Fostering Literacy for All Students
The important work of closing literacy gaps for all students yields the most powerful impact if begun before students start the new school year. Yet, engaging students with accessible, relevant texts, and bringing families into the literacy community will support students with ongoing literacy-rich experiences when reinforced throughout the academic year.
Below are some strategies that were developed for students living in high-poverty communities, but which will work for families in any environment.
Engaging Students and Families with Literacy
Both parents and teachers should begin this work before the fall. Parents should be given information about ways to prepare students for a literacy-rich culture before the school year begins. By the same token, educators should learn as much as possible about the students they will serve and their levels of literacy before students return to school.
Below are five ways to begin establishing this community of literacy, and strategies to cultivate it throughout the year.
When possible, conduct literacy assessments before students begin school. Assessments and can be part of open house events, registration events, or literacy nights for students.
Personalize learning by gaining information through home visits, calls and through reviewing past student records. Developing materials tailored to students’ interests can help them establish an immediate connection to the school or classroom. As a superintendent, I have found that effective school leaders complete home visits, and send letters to parents to learn about what kids have to read at home, as well as about students’ hobbies and interests.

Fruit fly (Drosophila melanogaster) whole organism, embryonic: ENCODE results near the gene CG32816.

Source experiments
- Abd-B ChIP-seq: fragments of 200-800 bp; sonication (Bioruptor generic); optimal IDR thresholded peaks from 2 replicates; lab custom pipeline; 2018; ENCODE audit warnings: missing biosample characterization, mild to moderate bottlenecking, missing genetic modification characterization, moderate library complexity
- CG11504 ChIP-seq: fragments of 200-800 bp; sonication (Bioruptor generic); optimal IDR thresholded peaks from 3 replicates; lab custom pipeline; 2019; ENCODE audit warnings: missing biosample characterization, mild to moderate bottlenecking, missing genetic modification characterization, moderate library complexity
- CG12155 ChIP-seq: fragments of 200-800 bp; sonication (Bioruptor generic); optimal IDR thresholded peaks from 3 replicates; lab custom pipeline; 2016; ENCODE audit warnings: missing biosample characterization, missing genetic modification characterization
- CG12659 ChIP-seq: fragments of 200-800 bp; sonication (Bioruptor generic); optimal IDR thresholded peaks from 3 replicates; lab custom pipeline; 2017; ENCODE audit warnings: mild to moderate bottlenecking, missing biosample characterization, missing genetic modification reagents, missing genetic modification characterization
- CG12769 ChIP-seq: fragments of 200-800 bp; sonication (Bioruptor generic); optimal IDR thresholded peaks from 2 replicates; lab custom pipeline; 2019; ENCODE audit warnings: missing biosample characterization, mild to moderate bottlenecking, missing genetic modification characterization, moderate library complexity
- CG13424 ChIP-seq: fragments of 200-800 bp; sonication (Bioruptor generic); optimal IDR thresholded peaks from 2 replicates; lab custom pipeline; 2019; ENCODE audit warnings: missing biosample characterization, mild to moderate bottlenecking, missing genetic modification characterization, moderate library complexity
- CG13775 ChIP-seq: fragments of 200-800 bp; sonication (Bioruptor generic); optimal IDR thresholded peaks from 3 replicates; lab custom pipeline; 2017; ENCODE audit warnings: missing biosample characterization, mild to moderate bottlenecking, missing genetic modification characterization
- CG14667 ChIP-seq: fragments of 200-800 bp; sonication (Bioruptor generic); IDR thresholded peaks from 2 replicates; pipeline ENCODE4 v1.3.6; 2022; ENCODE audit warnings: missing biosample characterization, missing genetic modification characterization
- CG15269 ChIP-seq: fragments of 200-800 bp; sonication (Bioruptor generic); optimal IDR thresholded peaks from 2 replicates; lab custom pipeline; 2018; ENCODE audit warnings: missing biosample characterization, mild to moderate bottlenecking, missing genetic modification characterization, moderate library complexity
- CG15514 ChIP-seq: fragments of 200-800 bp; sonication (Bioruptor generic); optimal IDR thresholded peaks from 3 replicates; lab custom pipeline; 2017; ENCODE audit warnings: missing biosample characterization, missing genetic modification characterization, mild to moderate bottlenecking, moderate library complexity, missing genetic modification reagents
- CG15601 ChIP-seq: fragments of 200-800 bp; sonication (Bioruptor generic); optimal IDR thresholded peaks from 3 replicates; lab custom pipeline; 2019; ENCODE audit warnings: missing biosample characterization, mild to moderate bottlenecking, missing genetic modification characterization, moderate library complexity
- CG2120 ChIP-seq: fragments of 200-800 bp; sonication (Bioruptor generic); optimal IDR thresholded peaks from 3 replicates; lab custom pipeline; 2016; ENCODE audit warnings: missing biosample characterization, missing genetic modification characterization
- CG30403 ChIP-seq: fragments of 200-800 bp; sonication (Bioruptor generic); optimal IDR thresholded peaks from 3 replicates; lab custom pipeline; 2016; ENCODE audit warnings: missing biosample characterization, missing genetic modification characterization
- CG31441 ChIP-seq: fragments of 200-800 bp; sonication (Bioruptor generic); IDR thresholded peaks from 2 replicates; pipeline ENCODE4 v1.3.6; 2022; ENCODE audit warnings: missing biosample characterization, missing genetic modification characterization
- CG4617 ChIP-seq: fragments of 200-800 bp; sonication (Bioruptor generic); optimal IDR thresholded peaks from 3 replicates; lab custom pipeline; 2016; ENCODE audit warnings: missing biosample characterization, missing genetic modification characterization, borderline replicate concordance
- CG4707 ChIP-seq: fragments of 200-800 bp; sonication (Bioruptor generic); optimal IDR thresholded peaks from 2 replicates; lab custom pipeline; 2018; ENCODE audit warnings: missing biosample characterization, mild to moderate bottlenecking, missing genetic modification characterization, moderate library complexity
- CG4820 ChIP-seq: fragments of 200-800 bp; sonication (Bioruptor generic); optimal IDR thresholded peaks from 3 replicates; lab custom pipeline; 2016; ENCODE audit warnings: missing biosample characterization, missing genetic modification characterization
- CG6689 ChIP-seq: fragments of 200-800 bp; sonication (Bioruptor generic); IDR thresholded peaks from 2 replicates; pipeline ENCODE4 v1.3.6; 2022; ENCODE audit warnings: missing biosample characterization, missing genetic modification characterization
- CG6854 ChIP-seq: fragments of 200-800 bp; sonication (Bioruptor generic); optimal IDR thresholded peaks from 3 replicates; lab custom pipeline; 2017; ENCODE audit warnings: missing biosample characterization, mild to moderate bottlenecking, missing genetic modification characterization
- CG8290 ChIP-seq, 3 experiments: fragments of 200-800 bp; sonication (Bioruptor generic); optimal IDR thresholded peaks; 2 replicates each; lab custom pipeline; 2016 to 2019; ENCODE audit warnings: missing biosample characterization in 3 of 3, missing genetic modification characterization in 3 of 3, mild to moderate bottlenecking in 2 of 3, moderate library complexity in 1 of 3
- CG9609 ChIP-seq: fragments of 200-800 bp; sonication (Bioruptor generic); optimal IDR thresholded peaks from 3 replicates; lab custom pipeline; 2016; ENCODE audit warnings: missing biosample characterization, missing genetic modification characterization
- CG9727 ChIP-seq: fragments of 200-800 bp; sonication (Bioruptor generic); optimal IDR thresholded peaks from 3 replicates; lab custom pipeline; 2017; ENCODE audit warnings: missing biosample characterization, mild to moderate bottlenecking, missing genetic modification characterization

For families with internet access, post online resources to reach both parents and students at home.
Develop classroom libraries based on students’ interests, and based on the various genres and types of grade-level text students need to be exposed to.
- When possible, open classroom libraries before the new school year begins to expose families to resources that students will utilize. Host a school literacy night before the first day of school and help families learn how to support their child’s literacy at home.
Making Literature Accessible and Using Print-Rich Spaces
In Jennings, Missouri, where I served as superintendent, our community did not have a public library, and families had limited access to reading materials.
In an effort to compensate for the lack of available texts, we provided the following resources:
Literature—books, magazines, magnetic letters, leveled readers—were given to families and daycare centers attended by many of our students.
We partnered with nearby libraries and newspaper services to offer book mobiles, newspaper in education activities, field trips to the library, and library mobile stations.
We provided to families the literature, activities and online web resources that our teachers planned to use during the first month of school for students to read at home over the summer. The pre-exposure to literacy is essential before students begin the school year.
We used online resources such as free ebooks and online reading assessment resources, as well as word study and other activities that allow students to practice comprehension and fluency.
We encouraged families to have students keep a journal or write, and provided families with the information and support they need to help kids to accomplish this task. Writing—and reading their own writing—supports students’ development as readers in an ongoing manner.
We created the print-rich environment that is so important in PreK-12 instructional spaces. Students should be surrounded by words, letters, vocabulary, decoding strategies and visual literacy in all content areas when they enter school. The connection between speech, visual literacy, writing and reading are all supported in print-rich environments, and students foster deeper levels of learning when schools are print rich.